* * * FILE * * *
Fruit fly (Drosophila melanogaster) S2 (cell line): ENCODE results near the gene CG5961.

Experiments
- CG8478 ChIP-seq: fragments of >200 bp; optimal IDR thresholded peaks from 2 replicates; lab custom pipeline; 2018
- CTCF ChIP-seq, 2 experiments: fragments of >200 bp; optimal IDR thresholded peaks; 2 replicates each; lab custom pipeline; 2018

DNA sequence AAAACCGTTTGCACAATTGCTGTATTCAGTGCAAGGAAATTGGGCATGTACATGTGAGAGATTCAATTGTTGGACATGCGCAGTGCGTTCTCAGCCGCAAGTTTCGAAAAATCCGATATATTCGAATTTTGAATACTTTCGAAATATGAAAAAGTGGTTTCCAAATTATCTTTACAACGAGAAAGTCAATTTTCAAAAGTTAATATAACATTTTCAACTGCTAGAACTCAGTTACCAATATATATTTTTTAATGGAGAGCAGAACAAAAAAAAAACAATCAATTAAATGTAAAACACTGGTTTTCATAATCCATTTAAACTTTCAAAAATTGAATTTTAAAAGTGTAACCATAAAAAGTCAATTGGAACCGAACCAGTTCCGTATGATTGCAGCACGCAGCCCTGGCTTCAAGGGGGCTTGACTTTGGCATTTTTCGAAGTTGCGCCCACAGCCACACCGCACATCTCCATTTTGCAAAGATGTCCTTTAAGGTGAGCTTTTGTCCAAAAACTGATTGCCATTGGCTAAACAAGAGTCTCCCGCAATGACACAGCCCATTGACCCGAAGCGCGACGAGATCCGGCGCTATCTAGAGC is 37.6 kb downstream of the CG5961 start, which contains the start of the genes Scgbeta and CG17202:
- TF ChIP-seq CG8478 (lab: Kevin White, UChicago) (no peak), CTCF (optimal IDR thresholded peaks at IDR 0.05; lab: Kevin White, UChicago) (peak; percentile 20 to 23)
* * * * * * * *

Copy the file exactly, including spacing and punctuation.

Fruit fly (Drosophila melanogaster) S2 (cell line): ENCODE results near the gene CG5961.

Experiments
- CG8478 ChIP-seq: fragments of >200 bp; optimal IDR thresholded peaks from 2 replicates; lab custom pipeline; 2018
- CTCF ChIP-seq, 2 experiments: fragments of >200 bp; optimal IDR thresholded peaks; 2 replicates each; lab custom pipeline; 2018

DNA sequence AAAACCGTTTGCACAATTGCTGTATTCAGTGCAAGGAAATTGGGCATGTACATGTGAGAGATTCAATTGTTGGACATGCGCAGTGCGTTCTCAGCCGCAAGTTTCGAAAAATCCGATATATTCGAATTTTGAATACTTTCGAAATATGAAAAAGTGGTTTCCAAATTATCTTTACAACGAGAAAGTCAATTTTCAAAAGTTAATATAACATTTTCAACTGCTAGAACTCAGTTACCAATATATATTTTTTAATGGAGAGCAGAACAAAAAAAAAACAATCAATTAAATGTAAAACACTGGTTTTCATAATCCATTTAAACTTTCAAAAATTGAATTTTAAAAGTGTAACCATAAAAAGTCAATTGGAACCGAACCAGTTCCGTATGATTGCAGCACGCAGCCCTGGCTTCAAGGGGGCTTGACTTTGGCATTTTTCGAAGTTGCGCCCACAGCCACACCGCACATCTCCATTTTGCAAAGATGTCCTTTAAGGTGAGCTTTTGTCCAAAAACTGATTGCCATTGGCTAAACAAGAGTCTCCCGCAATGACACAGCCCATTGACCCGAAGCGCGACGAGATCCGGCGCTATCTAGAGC is 37.6 kb downstream of the CG5961 start, which contains the start of the genes Scgbeta and CG17202:
- TF ChIP-seq CG8478 (lab: Kevin White, UChicago) (no peak), CTCF (optimal IDR thresholded peaks at IDR 0.05; lab: Kevin White, UChicago) (peak; percentile 20 to 23)